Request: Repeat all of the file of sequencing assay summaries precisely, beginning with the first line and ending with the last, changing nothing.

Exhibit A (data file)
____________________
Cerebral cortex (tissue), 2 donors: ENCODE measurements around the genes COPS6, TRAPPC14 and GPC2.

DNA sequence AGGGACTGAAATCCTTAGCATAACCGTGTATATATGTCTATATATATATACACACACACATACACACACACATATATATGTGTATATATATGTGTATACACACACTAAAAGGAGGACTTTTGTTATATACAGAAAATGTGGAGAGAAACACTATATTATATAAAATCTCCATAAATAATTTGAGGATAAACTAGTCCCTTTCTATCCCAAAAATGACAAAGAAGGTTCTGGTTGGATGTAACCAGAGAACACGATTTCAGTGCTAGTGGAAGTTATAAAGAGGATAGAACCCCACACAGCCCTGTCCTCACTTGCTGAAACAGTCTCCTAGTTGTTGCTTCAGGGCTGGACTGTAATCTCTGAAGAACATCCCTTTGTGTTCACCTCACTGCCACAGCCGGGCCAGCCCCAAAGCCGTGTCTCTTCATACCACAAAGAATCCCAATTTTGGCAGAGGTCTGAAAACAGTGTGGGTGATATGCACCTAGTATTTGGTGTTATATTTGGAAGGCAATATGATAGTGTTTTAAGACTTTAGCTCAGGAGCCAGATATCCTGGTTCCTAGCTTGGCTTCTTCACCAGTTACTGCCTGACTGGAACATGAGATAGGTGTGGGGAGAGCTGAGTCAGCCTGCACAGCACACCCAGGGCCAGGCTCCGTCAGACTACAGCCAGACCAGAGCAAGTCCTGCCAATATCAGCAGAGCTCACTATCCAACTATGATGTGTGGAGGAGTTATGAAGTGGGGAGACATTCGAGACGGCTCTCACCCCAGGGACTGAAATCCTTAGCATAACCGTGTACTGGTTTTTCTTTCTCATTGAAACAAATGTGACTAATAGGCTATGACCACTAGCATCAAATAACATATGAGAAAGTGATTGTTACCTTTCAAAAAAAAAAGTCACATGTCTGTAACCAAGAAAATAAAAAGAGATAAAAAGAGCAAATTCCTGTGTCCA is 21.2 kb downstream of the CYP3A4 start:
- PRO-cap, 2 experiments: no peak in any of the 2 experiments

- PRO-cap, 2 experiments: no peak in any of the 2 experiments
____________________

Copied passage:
Cerebral cortex (tissue), 2 donors: ENCODE measurements around the genes COPS6, TRAPPC14 and GPC2.

DNA sequence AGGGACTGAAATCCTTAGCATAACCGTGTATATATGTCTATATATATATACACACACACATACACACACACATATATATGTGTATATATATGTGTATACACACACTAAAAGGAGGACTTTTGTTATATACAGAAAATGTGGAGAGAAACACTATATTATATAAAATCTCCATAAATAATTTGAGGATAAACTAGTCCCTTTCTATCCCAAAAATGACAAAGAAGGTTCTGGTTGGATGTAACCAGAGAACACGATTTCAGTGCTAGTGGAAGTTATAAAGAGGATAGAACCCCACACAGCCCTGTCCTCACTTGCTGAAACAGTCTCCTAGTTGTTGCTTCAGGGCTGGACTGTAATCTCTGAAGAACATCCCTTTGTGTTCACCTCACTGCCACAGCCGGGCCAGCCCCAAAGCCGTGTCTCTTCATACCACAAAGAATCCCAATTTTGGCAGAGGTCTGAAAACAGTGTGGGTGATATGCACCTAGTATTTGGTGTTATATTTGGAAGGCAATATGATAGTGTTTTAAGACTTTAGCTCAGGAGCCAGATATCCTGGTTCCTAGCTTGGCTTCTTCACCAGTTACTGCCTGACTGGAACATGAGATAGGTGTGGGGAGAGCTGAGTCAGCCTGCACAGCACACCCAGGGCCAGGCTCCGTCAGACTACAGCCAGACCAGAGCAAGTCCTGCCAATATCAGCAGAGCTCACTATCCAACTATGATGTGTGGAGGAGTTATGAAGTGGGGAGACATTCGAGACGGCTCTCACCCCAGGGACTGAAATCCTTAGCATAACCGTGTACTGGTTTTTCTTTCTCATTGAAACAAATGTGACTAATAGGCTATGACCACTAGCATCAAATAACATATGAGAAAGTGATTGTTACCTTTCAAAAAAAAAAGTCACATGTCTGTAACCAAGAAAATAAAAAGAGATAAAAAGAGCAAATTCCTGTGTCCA is 21.2 kb downstream of the CYP3A4 start:
- PRO-cap, 2 experiments: no peak in any of the 2 experiments

- PRO-cap, 2 experiments: no peak in any of the 2 experiments